their future can be great and they have made good changes. if you look in the news section where they have a new article at the top from motley fool where kmis founder lays out the new strategy going forward. it is a solid strategy and sets them up to be stronger in the future. they do not want to be a dividend darling anymore but more of a strong stable revenue generating growth company. that said, i agree sips do not turn on a dime but kmi is turning in the right direction. and it will take time and as investors see these results over the next few years, the stock should be a good long term bet. but some people here of course are pessimistic after what happened any many people in the investment world want to see kmi put out some proven results that the strategy is working and that of course will take multiple quarters and years. you have to be patient. others here for some reason are still delusional thinking nothing did happen and that it is all someone elses fault and that investors should think this is gods gift to the investment world and that kmi should be trading in the 30s or higher and people should be pouring into it. they are about fairly valued now and with a low dividend rate at this price. as they grow, the price should rise but at this point it is somewhat fairly valued. seems odd all these post about how it is so wildly undervalued. it really is not at this point.
not exactly a fan of hillary myself but kmi¨s fundamentals and the share price at this time are hardly wildly undervalued. natural gas will grow for sure but that does not mean this should have some 30 or 40 p/e with their performance which would give them about a less than 2% dividend for a company that has heavily fluffed their balancesheet with $23 billion in goodwill. it is good company but not that exceptional to pay caviar prices for.
actually if they make a $1 eps annual in the futrue it gives them about an 18 p/e and a 3% yield at current price. about fairly valued. the price was not driven down for unwarranted reasons. it was way overvalued to begin with in the 40s and 30s driven up by people who saw nothing but a sky high growing divedend rate and poured money into it inflating the price and believing everything kinder said. it became clear their model for this was not rock solid and their finances and fundamentals were not rock solid and people started to cash out and it came back to reality and the dividend was unsustainable or they would not have had to cut it. now they are a solid company with good growth prospects but at a reasonable price now with a 3% dividend or so and mediocre earnings. they were good but not great. there is no reason people are going to pour into this at this point. there are plenty of companies with great growth potential, there are plenty with higher dividend rates and solid track records for decades of growing the dividend. so that is no longer an attraction to kmi. they do have growth prospects but it is just not shining bright. but management did &%$ up. they lured in naive dividend investors when the share price was in the 40s with promises of dividend increases that they could not keep and set these people up to get their investment slaughtered when for months they should have been able to know that this might not be the case. they were either really inept or as i suspect knew all along even when they reassured investors a week before the dividend cut. they are not totally linked to oil but their fundamentals did detiorate. there is no justification for this to have a 30 p/e or some big increase in the pps. not to mention they have about $83 billion in assets of which $23 billion is goodwill. which basically makes the book value of $15 ps about $10 ps of just fluffed goodwill.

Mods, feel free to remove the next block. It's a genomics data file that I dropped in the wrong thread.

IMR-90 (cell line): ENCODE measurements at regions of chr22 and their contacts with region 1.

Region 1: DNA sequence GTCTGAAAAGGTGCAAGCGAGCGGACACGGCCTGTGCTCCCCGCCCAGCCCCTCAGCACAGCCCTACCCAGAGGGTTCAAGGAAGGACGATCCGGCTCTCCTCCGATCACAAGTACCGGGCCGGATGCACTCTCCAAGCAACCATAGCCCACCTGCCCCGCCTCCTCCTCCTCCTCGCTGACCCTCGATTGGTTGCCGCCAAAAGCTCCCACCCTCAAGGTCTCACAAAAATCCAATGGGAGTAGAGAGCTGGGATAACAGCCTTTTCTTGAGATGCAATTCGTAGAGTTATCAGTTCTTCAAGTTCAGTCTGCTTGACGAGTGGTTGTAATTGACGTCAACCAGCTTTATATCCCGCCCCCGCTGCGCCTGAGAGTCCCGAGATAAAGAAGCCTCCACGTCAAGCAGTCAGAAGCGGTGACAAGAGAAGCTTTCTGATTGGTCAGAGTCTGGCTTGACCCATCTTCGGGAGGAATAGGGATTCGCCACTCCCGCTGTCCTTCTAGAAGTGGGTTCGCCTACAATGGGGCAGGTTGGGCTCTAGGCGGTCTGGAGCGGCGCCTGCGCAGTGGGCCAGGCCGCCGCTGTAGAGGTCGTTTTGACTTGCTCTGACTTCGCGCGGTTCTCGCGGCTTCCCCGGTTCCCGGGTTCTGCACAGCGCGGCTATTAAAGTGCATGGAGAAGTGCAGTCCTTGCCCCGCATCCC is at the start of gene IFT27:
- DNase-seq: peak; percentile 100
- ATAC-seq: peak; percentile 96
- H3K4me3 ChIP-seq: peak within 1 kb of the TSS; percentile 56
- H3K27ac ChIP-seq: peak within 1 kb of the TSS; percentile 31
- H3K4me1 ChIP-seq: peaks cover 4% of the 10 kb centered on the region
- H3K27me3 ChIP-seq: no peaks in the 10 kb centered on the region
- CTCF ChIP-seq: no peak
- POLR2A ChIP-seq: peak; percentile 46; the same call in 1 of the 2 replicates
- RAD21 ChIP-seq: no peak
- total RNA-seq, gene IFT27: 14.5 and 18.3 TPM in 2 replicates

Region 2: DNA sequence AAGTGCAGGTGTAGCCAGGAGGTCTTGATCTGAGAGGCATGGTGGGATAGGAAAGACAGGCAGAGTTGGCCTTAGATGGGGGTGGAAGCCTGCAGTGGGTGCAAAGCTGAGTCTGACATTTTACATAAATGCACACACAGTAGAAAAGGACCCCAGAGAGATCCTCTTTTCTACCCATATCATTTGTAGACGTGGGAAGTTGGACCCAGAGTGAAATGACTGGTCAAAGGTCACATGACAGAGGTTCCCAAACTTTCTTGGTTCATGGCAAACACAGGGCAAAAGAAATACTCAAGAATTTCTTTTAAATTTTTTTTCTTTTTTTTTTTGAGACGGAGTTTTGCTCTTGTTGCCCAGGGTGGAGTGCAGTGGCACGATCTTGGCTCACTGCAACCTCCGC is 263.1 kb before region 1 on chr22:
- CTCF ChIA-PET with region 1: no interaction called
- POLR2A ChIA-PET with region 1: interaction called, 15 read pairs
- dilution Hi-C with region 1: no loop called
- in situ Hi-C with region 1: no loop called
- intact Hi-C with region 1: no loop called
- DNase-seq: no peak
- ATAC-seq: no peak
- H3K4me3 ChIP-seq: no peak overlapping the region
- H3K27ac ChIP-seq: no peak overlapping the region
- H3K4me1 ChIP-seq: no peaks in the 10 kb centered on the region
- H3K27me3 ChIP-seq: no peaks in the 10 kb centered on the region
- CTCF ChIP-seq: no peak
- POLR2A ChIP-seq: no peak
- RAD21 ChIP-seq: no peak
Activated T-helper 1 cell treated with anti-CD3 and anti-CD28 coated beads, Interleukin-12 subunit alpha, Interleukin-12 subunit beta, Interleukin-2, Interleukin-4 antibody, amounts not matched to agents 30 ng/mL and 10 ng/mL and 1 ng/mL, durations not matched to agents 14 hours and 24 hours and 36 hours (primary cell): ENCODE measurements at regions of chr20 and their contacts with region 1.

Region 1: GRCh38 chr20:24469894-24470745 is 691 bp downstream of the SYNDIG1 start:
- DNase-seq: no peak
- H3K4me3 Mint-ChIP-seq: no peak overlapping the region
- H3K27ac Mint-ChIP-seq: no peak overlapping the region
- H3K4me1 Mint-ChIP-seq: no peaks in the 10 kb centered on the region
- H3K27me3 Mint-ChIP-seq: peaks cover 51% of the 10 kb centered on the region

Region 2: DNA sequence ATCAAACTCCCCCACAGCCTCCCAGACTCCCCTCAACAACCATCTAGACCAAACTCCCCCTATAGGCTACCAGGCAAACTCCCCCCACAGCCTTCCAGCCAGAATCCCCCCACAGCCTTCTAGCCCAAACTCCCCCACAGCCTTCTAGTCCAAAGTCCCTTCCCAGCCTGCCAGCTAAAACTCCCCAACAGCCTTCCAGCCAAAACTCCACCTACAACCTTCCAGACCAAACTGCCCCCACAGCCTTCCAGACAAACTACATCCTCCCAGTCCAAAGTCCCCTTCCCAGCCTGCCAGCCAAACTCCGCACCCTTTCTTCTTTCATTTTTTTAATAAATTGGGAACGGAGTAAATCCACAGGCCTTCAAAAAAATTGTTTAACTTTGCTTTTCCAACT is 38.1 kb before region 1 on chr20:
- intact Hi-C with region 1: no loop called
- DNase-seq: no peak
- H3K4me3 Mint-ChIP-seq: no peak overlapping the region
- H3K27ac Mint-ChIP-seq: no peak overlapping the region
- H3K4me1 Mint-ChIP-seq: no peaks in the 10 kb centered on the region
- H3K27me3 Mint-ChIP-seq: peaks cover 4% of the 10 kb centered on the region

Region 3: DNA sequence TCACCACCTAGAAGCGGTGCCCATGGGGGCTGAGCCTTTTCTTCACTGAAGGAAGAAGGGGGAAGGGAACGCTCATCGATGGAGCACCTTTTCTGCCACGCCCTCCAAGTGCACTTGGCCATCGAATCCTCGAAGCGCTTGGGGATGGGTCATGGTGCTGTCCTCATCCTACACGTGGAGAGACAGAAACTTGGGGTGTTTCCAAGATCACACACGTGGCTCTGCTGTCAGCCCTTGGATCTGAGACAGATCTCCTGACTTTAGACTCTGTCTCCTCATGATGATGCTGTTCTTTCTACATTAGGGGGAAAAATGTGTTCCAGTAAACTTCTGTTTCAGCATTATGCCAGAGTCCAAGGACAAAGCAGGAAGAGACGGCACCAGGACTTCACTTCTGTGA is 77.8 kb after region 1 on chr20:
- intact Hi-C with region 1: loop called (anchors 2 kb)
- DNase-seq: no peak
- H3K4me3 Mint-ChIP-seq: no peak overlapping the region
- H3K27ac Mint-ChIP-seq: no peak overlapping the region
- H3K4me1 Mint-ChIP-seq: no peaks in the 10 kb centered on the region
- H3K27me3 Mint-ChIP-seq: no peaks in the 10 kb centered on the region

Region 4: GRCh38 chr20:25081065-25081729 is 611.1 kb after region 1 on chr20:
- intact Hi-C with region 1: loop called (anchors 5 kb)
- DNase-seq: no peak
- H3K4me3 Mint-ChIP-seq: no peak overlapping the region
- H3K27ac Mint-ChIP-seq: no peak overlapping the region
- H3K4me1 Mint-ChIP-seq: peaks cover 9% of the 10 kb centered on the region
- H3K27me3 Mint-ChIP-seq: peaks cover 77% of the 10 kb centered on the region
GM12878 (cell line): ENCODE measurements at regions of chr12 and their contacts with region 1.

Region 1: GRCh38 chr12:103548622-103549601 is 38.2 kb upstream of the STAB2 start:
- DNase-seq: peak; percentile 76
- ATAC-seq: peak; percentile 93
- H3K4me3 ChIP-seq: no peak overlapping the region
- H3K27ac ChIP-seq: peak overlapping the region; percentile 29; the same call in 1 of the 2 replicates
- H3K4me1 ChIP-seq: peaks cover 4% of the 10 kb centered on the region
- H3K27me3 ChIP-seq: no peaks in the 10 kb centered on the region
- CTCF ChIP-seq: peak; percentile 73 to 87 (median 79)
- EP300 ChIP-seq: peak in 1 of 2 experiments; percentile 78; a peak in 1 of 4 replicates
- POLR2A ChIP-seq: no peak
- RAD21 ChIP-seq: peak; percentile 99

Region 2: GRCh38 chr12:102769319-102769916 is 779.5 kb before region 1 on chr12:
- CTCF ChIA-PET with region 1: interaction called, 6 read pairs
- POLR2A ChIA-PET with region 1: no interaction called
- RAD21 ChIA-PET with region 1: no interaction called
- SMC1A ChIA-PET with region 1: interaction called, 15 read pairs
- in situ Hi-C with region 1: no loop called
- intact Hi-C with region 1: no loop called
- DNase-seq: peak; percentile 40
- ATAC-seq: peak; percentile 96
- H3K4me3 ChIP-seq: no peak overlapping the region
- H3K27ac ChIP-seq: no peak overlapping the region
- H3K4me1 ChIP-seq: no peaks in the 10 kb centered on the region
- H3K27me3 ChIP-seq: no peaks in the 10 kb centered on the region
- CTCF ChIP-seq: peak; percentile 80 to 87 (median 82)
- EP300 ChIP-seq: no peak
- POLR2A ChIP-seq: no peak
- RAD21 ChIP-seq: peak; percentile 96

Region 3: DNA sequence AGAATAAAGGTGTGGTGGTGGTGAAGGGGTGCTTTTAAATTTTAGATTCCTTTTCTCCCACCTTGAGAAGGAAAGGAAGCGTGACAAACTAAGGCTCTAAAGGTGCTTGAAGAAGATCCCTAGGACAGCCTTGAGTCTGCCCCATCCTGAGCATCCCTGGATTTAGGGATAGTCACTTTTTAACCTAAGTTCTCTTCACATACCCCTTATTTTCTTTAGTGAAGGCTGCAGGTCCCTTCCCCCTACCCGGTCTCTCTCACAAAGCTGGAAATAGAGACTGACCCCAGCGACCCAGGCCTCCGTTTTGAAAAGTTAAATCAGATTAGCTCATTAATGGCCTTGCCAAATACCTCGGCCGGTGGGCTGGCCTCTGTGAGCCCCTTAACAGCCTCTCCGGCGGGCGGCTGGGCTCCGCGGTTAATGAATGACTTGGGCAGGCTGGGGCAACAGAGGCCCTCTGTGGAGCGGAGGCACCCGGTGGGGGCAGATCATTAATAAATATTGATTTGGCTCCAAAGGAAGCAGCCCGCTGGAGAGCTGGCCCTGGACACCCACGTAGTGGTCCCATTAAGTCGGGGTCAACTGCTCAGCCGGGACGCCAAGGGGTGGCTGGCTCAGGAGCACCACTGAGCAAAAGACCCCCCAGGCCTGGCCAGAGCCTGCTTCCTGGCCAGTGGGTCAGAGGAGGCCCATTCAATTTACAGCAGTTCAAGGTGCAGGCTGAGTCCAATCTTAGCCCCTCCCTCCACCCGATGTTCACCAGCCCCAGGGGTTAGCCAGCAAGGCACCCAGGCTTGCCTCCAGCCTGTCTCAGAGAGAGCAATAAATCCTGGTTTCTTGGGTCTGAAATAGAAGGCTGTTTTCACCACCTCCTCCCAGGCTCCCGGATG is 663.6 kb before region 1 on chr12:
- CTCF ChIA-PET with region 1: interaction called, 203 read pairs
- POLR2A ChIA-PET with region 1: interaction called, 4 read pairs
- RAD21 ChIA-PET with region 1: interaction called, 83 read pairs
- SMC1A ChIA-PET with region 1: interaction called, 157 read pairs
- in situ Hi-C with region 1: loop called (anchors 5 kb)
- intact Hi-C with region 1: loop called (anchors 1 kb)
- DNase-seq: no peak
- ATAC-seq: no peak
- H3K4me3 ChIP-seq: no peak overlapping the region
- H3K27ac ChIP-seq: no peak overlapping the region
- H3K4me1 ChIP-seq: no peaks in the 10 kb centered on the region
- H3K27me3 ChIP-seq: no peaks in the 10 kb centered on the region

have you even read the news the last 6 months for this. they have plenty of cash flow now. but the biggest joke from kmi is their book value. they have truly about $61 billion in assets less the $50 billion debt gives about $11 billion in real worth but then kmi throws in $23 billion in goodwill raising assets to $84 billion less the $50 billion debt gives them $34 billion worth. $34 billion instead of $11 billion. they do this to give a huge over inflated book value per share which is almost 2/3 goodwill per share. so all this book value they use is a majority goodwill which is not at this point cash, receivables, or anything like equipment or real assets. but you do not have to have cash on hand to cover debt, using that to say they might go bankrupt is silly.
they service the debt with future revenues and their excess cash flow in the future generated from those revenues. you do not need to have enough cash on hand for that.